Q: What sort of objects can be shared between threads and how?

A: The communication between threads largely builds on the MessageChannel Web API. Transferring ArrayBuffers and sharing memory through SharedArrayBuffers is supported.

Q: Do we have a syncing primitive like a mutex/semaphore available?

A: This does differ from a multi-process situation! :) This PR has support for SharedArrayBuffers, so we can use Atomics.wait() and Atomics.wake() to implement real mutexes and other synchronization primitives in pure JS.

Q: Can I synchronously block with this PR? Does it provide "real" mutexes?

A: Yes, that’s what Atomics.wait actually does. Not everybody is a fan of that, but it should enable these kinds of use cases and can be used with this implementation. :)

Q: Are globals shared across threads?

A: They are freshly set up for Workers. These are JS objects, so they live on a per-Isolate heap, which means that they cannot be shared with the current design of V8, and modifying one global object won’t affect others.

Q: Would it be possible to share a server socket between threads, similar to what cluster does?

A: Yes, although it might be good to get explicit libuv support for transferring handles between event loops first (as opposed to piggybacking on IPC mechanisms like we do for child processes). It’s not hard to do, but definitely out of scope for the initial PR.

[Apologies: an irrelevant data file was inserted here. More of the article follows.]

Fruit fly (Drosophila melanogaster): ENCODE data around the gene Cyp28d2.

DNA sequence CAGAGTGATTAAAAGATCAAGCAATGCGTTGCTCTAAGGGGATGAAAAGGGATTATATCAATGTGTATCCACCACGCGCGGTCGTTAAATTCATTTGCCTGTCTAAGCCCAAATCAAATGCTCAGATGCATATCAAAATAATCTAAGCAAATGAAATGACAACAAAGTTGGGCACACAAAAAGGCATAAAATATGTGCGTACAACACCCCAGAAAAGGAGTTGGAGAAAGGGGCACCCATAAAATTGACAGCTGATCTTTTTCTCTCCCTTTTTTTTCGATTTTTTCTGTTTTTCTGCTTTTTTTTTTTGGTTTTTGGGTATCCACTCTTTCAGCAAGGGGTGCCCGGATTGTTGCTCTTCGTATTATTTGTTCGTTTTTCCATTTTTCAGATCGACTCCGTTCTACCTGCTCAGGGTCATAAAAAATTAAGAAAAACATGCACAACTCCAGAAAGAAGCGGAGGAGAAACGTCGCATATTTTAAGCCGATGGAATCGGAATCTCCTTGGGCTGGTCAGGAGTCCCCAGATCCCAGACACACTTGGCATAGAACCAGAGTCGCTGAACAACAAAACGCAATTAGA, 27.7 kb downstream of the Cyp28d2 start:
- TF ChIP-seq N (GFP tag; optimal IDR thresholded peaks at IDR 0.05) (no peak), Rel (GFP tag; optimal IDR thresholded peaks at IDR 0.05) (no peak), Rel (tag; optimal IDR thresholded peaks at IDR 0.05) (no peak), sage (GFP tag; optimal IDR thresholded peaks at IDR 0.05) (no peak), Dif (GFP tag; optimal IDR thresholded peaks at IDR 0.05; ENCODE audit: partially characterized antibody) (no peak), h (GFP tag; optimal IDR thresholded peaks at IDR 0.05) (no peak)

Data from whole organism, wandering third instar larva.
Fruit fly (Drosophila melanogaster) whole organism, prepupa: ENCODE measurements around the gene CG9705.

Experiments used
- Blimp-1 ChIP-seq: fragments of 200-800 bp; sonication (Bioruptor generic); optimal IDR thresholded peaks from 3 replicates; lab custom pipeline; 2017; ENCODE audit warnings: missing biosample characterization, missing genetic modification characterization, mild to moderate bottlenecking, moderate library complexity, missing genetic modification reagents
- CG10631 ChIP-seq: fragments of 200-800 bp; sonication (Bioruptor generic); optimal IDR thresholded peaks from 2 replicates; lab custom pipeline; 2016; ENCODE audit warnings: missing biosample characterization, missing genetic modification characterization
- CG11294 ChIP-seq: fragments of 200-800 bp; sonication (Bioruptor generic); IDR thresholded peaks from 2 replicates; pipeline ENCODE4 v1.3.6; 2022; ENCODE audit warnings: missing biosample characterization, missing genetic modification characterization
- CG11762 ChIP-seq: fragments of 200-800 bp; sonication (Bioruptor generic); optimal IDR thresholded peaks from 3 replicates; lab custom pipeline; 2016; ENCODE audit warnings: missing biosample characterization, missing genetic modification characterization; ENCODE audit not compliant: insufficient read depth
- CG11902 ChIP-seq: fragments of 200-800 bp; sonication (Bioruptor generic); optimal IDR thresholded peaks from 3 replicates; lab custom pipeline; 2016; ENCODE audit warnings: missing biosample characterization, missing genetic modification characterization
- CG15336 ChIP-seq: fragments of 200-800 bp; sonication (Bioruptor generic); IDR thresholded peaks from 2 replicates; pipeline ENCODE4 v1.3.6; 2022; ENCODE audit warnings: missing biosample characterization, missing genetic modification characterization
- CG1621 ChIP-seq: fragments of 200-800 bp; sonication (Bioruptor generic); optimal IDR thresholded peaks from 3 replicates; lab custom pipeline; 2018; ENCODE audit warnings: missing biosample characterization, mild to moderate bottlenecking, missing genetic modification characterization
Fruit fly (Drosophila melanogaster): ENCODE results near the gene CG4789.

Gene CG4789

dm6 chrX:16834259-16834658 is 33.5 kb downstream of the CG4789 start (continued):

Q: What happens when two threads try listening to the same port?

A: Same thing that happens when two processes start listening to the same port – we get an exception.

Q: What is the module going to be called?

A: Suggestions welcome, the working name has been worker but not everyone likes it and the owner of that package is not interested in collaborating with Node.js on it or giving us the name. There is ongoing discussion.

Q: Where is the code and discussions?

A: here is the code changes

Q: Can I check if a thread is the main thread?

A: You can use require('worker').isMainThread.

Q: Why can't I pass relative paths or functions to workers?

A: At the moment workers require an absolute path, you can use __filename and __dirname in order to create relative paths. This is not a hard limitation but it's a choice for limiting scope in the PR.

Other options will be evaluated later.

Q: How do uncaught exceptions work in workers?

A: Currently it only stops the worker thread and emits an error event on the Worker object in the main thread. That does stop the main thread if it’s unhandled, though.